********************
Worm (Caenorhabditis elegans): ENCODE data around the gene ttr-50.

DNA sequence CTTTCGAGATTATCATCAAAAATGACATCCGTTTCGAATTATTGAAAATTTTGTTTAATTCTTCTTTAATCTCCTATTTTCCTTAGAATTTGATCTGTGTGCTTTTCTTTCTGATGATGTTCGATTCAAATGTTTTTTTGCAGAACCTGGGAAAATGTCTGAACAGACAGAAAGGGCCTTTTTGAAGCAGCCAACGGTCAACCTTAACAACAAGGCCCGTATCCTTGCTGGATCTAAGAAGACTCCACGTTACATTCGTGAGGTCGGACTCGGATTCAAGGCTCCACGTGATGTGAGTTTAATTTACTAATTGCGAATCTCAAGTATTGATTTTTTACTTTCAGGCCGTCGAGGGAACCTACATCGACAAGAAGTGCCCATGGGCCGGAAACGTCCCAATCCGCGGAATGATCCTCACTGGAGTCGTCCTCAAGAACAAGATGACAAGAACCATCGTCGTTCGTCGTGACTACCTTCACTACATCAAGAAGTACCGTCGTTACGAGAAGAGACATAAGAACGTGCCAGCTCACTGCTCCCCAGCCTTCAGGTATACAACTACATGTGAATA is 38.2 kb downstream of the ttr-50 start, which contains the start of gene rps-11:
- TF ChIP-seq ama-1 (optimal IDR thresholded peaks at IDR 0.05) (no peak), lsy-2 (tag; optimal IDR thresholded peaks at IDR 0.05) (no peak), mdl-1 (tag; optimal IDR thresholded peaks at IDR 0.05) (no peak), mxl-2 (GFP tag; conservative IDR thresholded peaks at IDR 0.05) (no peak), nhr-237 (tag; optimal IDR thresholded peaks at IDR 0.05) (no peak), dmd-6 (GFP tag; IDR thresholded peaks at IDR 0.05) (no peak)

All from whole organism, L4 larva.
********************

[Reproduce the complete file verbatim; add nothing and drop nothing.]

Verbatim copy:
Worm (Caenorhabditis elegans): ENCODE data around the gene ttr-50.

DNA sequence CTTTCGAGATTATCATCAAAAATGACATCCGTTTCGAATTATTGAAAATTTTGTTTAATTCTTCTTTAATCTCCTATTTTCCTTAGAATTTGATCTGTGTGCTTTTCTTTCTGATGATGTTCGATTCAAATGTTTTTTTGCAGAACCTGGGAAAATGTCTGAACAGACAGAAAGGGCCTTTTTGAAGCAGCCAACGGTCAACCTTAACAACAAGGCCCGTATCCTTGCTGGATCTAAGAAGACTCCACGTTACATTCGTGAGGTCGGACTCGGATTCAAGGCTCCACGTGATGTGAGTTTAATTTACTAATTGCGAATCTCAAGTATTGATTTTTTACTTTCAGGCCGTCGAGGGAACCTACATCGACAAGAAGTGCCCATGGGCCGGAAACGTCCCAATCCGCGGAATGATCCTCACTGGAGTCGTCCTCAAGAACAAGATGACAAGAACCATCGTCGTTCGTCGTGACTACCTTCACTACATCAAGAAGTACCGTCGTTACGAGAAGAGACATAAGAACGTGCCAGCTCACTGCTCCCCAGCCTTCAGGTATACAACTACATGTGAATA is 38.2 kb downstream of the ttr-50 start, which contains the start of gene rps-11:
- TF ChIP-seq ama-1 (optimal IDR thresholded peaks at IDR 0.05) (no peak), lsy-2 (tag; optimal IDR thresholded peaks at IDR 0.05) (no peak), mdl-1 (tag; optimal IDR thresholded peaks at IDR 0.05) (no peak), mxl-2 (GFP tag; conservative IDR thresholded peaks at IDR 0.05) (no peak), nhr-237 (tag; optimal IDR thresholded peaks at IDR 0.05) (no peak), dmd-6 (GFP tag; IDR thresholded peaks at IDR 0.05) (no peak)

All from whole organism, L4 larva.